Whether you're looking to buy your first home, or trading up to a larger one, there are many costs on top of the purchase price and the down payment you must figure into your calculation of affordability. These extra fees, such as taxes and other additional costs, could surprise you with an unwanted financial nightmare on closing day if you're not informed and prepared.
Some of these costs are one-time fixed payments, while others represent an ongoing monthly or yearly commitment. Not all of these costs will apply in every situation, however, it's better to know about them ahead of time so you can budget properly.
Remember, buying a home is a major milestone. Whether it's your first, second, or tenth home, there are many important details to address, during the process. The last thing you need is unbudgeted financial obligations cropping up hours before you take possession of your new home.
Read through the following checklist to make sure you're budgeting properly for your next move.
1. Appraisal fee
Your lending institution will request an appraisal of the property which would be your responsibility to pay for. Appraisals can vary in price from approximately $350 - $650.
2. Property taxes
Depending on your down payment, you or your lending institution may decide to include your property taxes in your monthly mortgage payments. If your property taxes are not added to your monthly payments, your lending institution may require annual proof that your taxes have been paid. Also depending on the type of loan, you are doing and where you are your lender might require 3-6 months' worth of taxes to be held in an impound account in case of any delinquency. This will be an upfront cost to the buyers so make sure to budget for this in your closing costs.
3. Survey fee
When the home you purchase is a resale (vs a new home), your lending institution may ask for an updated property survey. The cost for this survey can vary between $700- $1,000. This will vary depending on where your home is located and the amount of property that you are purchasing.
4. Property insurance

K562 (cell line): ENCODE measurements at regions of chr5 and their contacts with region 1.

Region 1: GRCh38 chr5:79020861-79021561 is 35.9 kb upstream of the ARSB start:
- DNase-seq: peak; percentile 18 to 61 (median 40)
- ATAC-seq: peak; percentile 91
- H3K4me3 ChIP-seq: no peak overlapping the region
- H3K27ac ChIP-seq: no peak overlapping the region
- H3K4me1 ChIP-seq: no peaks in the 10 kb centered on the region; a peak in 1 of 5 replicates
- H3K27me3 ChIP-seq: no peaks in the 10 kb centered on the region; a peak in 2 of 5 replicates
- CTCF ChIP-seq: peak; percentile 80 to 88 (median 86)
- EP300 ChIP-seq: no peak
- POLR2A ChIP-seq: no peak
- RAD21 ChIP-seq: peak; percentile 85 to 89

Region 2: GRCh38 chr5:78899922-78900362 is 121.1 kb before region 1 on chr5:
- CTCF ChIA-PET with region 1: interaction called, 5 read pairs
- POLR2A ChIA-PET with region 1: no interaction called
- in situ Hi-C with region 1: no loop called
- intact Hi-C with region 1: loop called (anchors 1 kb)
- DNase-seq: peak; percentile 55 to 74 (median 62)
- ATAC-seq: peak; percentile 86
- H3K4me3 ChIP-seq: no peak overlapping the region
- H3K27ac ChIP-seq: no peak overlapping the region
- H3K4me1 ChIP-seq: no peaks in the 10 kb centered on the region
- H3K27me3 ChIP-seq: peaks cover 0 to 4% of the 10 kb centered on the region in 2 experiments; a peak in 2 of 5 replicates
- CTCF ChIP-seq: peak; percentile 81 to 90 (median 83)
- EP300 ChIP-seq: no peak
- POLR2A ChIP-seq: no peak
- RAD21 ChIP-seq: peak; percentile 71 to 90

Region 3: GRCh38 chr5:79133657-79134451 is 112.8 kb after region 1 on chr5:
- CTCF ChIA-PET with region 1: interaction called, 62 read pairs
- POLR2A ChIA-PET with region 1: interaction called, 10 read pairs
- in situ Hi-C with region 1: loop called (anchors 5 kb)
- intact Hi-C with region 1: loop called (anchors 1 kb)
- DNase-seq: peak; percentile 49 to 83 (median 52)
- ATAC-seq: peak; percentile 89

Homeowners insurance covers the replacement value of your home (structure and contents). Your lending institution will request proof that you are insured as it protects their investment on the loan.
5. Service charges
Any new utility that services your hook-up, such as telephone or cable, may require an installation fee
6. Legal Fees
Even the simplest of home purchases should have a lawyer involved to review all paperwork. Shop around, as rates vary greatly depending on the complexity of the issues and the experience of the lawyer.
7. Mortgage Loan Insurance Fee
Depending upon the equity in your home, some mortgages require mortgage loan insurance. This type of insurance will cost you between 0.5% -0.85% of the total amount of the loan amount. Usually, payments are made monthly in addition to your mortgage and tax payment.
8. Mortgage Brokers' Fee
A mortgage broker is entitled to charge you a fee in order to source a lender and organize the financing. However, it pays to shop around because many mortgage brokers will provide their services free or discounted to you by having the lending institution absorb the cost.
9. Moving Costs
The cost for a professional mover can cost you in the range of:
- $50-$100/hour for a van and 3 movers
- 10-20% higher during peak demand seasons.
This can be costly and you want to make sure to hire a reputable company.
10. Maintenance fees
Condos charge monthly fees for common area maintenance such as groundskeeping and carpet cleaning in hallways. Costs will vary depending on the building. Also, some homeowners associations charge a new owner or move-in fee depending on what community you are purchasing in and these fees can vary from a few hundred dollars to thousands of dollars so make sure to check on this when buying a home.
As a home buyer, you will want to do all of your own investigations in regard to the livability and condition of the property.
While we recommend that all of our buyers start with a general home inspection this is not the only inspection you should consider especially if the home inspector points out some other areas that you need to focus on. These include but are not limited to roofing, plumbing, electrical, mold, asbestos, radon, geological survey, foundation, and many more.
If the home you purchased is serviced by a well, you should consider having your water checked by your local experts. Also if the property is on a septic system you should make sure that has been certified by a professional as well.
12. Local improvements
If the town you live in has made local improvements (such as the addition of sewers or sidewalks), this could impact a propertyâ€™s taxes by thousands of dollars. In California, these are known as Special Assessments or Mello Roos Taxes.
13. Land transfer taxes
These are charged by either the city, county, or state. These will vary so make sure that you are aware of any applicable taxes that will have to be paid in order to purchase the home.
If you have any questions about any of these points, don't hesitate to call us at 714-844-5696.